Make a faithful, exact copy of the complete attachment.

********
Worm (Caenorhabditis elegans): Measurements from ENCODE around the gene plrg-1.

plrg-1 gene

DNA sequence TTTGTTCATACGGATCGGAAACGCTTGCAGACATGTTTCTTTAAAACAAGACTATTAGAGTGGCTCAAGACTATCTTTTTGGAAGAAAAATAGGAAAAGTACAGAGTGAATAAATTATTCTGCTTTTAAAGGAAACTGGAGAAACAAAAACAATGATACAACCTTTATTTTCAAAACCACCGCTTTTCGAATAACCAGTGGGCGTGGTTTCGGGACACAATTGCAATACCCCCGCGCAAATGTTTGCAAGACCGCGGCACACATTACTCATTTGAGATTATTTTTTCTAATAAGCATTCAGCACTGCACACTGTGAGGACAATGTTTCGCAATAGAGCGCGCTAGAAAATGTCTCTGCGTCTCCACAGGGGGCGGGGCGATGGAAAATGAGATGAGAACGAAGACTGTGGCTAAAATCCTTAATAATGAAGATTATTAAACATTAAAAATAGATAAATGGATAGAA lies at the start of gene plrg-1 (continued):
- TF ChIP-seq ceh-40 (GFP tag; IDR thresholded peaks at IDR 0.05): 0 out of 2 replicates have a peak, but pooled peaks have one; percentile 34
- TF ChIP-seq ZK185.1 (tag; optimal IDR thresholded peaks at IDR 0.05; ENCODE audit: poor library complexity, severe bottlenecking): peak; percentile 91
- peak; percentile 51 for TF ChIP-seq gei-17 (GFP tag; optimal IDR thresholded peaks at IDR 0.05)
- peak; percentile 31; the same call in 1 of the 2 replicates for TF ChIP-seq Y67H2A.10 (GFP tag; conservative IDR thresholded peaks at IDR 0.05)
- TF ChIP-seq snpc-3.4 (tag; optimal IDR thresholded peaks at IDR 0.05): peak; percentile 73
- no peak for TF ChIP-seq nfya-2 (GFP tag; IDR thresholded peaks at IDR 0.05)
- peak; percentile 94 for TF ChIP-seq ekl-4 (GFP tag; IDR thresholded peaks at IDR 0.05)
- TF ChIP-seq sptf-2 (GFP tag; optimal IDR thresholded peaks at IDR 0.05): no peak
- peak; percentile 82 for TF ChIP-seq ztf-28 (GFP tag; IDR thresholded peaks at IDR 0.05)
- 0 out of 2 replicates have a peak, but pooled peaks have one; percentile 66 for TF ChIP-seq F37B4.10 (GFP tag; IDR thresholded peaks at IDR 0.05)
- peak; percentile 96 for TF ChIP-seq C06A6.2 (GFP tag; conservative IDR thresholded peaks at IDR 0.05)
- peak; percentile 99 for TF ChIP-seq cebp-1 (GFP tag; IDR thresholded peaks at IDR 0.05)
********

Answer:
Worm (Caenorhabditis elegans): Measurements from ENCODE around the gene plrg-1.

plrg-1 gene

DNA sequence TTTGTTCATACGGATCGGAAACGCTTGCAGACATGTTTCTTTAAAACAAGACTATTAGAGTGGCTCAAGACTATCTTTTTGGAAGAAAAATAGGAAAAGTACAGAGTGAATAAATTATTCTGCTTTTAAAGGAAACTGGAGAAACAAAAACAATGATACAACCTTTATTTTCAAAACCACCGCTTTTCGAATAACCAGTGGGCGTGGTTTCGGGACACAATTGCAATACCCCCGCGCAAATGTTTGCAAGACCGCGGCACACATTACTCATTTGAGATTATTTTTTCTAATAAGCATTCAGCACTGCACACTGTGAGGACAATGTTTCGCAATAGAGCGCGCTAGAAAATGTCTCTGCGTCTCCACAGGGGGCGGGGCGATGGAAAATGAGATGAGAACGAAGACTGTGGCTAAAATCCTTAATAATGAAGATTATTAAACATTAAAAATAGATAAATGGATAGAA lies at the start of gene plrg-1 (continued):
- TF ChIP-seq ceh-40 (GFP tag; IDR thresholded peaks at IDR 0.05): 0 out of 2 replicates have a peak, but pooled peaks have one; percentile 34
- TF ChIP-seq ZK185.1 (tag; optimal IDR thresholded peaks at IDR 0.05; ENCODE audit: poor library complexity, severe bottlenecking): peak; percentile 91
- peak; percentile 51 for TF ChIP-seq gei-17 (GFP tag; optimal IDR thresholded peaks at IDR 0.05)
- peak; percentile 31; the same call in 1 of the 2 replicates for TF ChIP-seq Y67H2A.10 (GFP tag; conservative IDR thresholded peaks at IDR 0.05)
- TF ChIP-seq snpc-3.4 (tag; optimal IDR thresholded peaks at IDR 0.05): peak; percentile 73
- no peak for TF ChIP-seq nfya-2 (GFP tag; IDR thresholded peaks at IDR 0.05)
- peak; percentile 94 for TF ChIP-seq ekl-4 (GFP tag; IDR thresholded peaks at IDR 0.05)
- TF ChIP-seq sptf-2 (GFP tag; optimal IDR thresholded peaks at IDR 0.05): no peak
- peak; percentile 82 for TF ChIP-seq ztf-28 (GFP tag; IDR thresholded peaks at IDR 0.05)
- 0 out of 2 replicates have a peak, but pooled peaks have one; percentile 66 for TF ChIP-seq F37B4.10 (GFP tag; IDR thresholded peaks at IDR 0.05)
- peak; percentile 96 for TF ChIP-seq C06A6.2 (GFP tag; conservative IDR thresholded peaks at IDR 0.05)
- peak; percentile 99 for TF ChIP-seq cebp-1 (GFP tag; IDR thresholded peaks at IDR 0.05)